Room For All In This Church

We face a difficult and pivotal moment in Mormonism as LDS leaders and church members wrestle more openly with complicated aspects of our faith, its doctrine, and its history—often in spaces afforded by the Internet. In light of possible disciplinary action against prominent voices among us, we the undersigned Mormon bloggers and podcasters affirm the value of the conversations that take place in the LDS “Bloggernacle” and express our hopes for greater understanding and compassion from all of us involved in current tensions.

 

May we all remember, as scripture teaches, the intricate intertwining of mercy and justice. May we all follow the admonition to seek understanding before judgment, even as we address matters that can be difficult to talk about.

 

Scripture and tradition teach us that excommunication is one way of maintaining the boundaries of a religious community. But we believe that excommunication is not the best way to address conflict over doctrine, policy, or tradition. We ask our leaders to consider other ways of maintaining boundaries, strengthening Church members, and encouraging them to grow spiritually within Mormonism’s large and embracing community without the fear and despair the threat of excommunication sows not only in those threatened but in their families, friends, and those who share similar concerns about LDS Church doctrine or history—even those who do so silently. We are deeply encouraged by the recent news about the prospect of de-escalation in at least one of the current cases and pray for positive steps towards reconciliation.

 

The issues in Mormon doctrine, history, and practice highlighted by those facing church discipline are much larger than any one individual. It is not only unavoidable that these issues will continue to be discussed; such discussion is good for the health of our religious community and faithful to the truth-seeking spirit of the Latter-day Saint Restoration. As bloggers, podcasters, and passionate contributors to good, healthy online discussion, we affirm our commitment to continue speaking openly and publicly, and encouraging others to do so as well. We will continue to use online spaces to grow in knowledge and faith, to attempt to present and see many sides of each issue, and to reach out to those expressing pain, heartache, and loneliness. It is our experience that these conversations can bear good fruit as Latter-day Saints mourn with those who mourn and reflect on, deepen, and renew their faith.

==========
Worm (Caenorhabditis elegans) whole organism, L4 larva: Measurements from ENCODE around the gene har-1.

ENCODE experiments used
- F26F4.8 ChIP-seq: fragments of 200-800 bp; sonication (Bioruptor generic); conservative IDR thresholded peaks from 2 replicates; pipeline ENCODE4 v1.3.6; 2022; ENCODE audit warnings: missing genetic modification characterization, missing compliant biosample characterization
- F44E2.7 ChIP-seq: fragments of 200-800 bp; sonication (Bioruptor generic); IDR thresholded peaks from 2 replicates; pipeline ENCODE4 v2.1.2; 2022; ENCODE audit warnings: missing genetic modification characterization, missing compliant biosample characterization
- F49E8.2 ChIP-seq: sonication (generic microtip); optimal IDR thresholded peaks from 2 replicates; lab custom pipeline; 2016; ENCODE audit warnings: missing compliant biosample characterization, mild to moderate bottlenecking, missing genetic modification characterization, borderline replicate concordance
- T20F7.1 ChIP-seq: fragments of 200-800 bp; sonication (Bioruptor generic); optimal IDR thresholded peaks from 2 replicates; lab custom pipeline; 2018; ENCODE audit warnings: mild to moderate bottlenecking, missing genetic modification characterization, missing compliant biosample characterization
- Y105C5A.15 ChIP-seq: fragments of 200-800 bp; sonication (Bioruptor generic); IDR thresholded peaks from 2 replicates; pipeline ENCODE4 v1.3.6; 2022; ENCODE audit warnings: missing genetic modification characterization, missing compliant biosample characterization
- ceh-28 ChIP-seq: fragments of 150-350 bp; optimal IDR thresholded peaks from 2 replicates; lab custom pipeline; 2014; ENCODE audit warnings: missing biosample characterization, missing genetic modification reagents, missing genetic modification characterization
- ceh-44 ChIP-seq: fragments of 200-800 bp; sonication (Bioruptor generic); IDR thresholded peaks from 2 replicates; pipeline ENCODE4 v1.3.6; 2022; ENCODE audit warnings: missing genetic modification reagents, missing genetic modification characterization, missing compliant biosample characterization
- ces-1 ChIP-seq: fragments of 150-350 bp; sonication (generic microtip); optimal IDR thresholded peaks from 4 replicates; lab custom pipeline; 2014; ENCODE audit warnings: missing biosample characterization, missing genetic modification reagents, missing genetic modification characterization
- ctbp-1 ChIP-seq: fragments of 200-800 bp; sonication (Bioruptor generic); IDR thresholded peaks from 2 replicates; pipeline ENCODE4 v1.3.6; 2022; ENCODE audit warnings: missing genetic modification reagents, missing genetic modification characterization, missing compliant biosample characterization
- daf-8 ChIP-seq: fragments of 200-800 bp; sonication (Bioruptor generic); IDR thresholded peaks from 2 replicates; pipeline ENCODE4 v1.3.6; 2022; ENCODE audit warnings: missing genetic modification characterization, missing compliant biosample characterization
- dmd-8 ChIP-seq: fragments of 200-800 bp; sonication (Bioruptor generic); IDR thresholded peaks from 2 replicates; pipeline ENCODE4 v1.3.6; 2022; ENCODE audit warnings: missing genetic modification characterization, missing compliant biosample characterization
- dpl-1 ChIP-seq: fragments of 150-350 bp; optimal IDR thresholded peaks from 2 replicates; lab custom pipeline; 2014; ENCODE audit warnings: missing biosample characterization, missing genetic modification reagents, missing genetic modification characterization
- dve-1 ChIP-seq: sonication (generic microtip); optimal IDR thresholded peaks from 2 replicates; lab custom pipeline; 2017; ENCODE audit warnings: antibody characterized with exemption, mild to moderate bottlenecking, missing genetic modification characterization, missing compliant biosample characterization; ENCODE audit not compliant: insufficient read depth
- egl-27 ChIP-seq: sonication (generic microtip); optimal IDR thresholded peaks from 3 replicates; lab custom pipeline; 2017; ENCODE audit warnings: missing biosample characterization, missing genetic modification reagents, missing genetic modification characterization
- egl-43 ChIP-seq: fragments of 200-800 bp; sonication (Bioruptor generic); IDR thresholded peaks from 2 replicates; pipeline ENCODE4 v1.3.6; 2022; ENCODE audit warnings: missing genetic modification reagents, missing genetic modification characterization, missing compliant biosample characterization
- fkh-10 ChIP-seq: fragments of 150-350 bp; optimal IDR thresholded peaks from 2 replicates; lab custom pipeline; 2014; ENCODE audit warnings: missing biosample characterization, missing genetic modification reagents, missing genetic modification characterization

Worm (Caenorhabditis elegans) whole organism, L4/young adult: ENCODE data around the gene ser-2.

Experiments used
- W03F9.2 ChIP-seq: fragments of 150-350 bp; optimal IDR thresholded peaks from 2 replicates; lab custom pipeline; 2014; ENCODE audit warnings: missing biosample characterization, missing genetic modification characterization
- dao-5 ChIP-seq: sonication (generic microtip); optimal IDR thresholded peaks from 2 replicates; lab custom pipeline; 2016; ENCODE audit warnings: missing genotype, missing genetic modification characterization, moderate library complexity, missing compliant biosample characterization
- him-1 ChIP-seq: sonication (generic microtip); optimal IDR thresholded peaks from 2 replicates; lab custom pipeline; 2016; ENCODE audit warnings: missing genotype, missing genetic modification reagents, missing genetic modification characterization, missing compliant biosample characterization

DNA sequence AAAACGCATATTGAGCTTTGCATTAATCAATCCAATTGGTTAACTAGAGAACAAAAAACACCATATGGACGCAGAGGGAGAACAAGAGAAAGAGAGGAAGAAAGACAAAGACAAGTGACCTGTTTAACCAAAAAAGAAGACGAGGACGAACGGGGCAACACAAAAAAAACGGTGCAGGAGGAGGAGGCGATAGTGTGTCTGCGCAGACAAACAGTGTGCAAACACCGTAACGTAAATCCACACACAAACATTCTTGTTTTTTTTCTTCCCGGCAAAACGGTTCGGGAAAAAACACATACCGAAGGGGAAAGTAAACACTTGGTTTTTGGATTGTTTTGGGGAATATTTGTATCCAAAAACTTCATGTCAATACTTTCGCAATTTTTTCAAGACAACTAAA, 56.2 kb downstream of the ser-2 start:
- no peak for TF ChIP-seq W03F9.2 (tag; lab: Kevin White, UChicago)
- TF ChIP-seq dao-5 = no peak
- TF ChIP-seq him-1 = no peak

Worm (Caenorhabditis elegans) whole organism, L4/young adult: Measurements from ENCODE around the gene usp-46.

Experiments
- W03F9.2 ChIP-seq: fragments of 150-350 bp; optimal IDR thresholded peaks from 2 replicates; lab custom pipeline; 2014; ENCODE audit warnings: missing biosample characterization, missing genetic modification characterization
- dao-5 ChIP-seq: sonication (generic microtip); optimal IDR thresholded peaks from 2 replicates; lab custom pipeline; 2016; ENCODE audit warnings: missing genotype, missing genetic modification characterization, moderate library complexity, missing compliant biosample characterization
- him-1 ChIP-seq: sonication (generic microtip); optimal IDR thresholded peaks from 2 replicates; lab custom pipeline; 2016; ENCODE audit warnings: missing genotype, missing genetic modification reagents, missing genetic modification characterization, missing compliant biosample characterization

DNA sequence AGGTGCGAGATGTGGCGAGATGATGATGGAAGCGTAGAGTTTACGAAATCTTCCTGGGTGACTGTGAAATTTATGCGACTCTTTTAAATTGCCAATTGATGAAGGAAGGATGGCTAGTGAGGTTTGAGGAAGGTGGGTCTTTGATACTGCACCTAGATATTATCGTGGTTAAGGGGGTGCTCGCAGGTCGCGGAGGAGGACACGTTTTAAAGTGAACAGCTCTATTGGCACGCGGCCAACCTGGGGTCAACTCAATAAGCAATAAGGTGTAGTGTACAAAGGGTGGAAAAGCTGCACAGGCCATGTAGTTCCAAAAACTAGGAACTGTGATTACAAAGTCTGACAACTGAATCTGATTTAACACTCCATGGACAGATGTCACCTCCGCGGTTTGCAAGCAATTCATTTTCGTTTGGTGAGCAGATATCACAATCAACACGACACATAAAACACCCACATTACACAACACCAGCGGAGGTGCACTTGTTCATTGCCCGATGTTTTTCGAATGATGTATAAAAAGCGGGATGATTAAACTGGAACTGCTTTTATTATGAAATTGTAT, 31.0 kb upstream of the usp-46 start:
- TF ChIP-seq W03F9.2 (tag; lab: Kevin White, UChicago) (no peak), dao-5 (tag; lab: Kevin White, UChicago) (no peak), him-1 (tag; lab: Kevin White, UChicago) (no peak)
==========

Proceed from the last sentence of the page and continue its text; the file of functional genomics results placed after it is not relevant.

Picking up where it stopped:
We are grateful for our membership in this Church and for the unique opportunities the Internet has provided us to share our Mormon experiences, questions, and hopes. We pray that a spirit of clemency will guide the words and actions of everyone—especially those who bear the heavy responsibility of ecclesiastical discipline of Church members—and that the words of President Uchtdorf will hold sway: “Regardless of your circumstances, your personal history, or the strength of your testimony, there is room for you in this Church.”

 

Signed:

 

Dan Wotherspoon, Mormon Matters podcast

Jana Riess, Flunking Sainthood blog (Religion News Service)

Natasha Helfer Parker, The Mormon Therapist blog

Paul Barker, Rational Faiths blog and podcast

Michael Barker, Rational Faiths blog and podcast

Mark Crego, A Thoughtful Faith Support Group (Facebook)

Lisa Butterworth, Feminist Mormon Housewives

Joanna Brooks, Feminist Mormon Housewives

Gina Colvin, KiwiMormon blog

Lindsay Park, Feminist Mormon Housewives

Jared Anderson, Mormon Sunday School podcast

Daniel Parkinson, No More Strangers blog

Bill McGee, Sunstone

Mary Ellen Robertson, Sunstone

Stephen Carter, Sunstone

Michael Stevens, Sunstone

Chelsea Shields Strayer, LDS WAVE

Tresa Edmunds, LDS WAVE

Chelsea Robarge Fife, Mormon Feminist Cooperative

Cami Ashby, Feminist Mormon Housewives

Kalani Tonga Tukaufu, Feminist Mormon Housewives

David Landrith, Mormon Mentality

Jennifer Finlayson-Fife, Mormon Matters podcast

Jerilyn Hassell Pool, Rational Faiths blog

Spencer Lake, Clean Cut blog

Brittany Morin-Mezzadri, TheLadyMo blog

Katie Langston, Feminist Mormon Housewives blog

Hannah Wheelwright, Young Mormon Feminists blog

Erin Moore, Young Mormon Feminists blog

Kimberly Lewis, Feminist Mormon Housewives

Nikki Hunter, Feminist Mormon Housewives

Nancy Ross, Nickel on the ‘Nacle blog

Mark Brown, The Mormon Hub (Facebook)

Alicia Jones, LDS Left (Facebook)

Elise Villescaz, LDS Left (Facebook)

Emily Summerhays, Feminist Mormon Housewives

Mindy Farmer, The Inquisitive Mom blog

Jeff Krey, A Thoughtful Faith Support Group (Facebook)

Lori Burkman, Rational Faiths blog

Laura Compton, Mormons for Marriage

Alison Moore Smith, Mormon Momma blog

Heather Olsen Beal, Doves and Serpents blog

Brent Beal, Doves and Serpents blog

Ed Snow, Doves and Serpents blog

Erin Hill, Doves and Serpents blog

Meghan Raynes, Exponent blog

Aimee Hickman, Exponent blog

Rachel Hunt, Exponent blog

Liz Johnson, Exponent blog

Libby Potter Boss, Exponent blog

Heather Moore-Farley, Exponent blog

April Young Bennett, Exponent blog

Deborah Farmer Kris, Exponent blog

Jessica Oberan Steed, Exponent blog

Carolyn Kline, Exponent blog

April Carlson, Exponent blog

Sariah Anne Kell, Exponent blog

Chelsea Sue, Exponent blog

Emily Clyde Curtis, Exponent blog

Emily Updegraff, Exponent blog

Dayna Patterson, Doves and Serpents blog

Cheryl Bruno, Worlds Without End blog

Katie Evans, Zelophehad’s Daughters blog

Kristy Benton, All Are Alike Unto God blog

Lori LeVar Pierce, All Are Alike Unto God blog

Rebecca Reid Linford, All Are Alike Unto God blog

Paula Goodfellow, All Are Alike Unto God blog

Cheryl McGuire, All Are Alike Unto God blog

Kay Gaisford, All Are Alike Unto God blog

Lorlalie Pallotta, All Are Alike Unto God blog

Wendy Reynolds, All Are Alike Unto God blog


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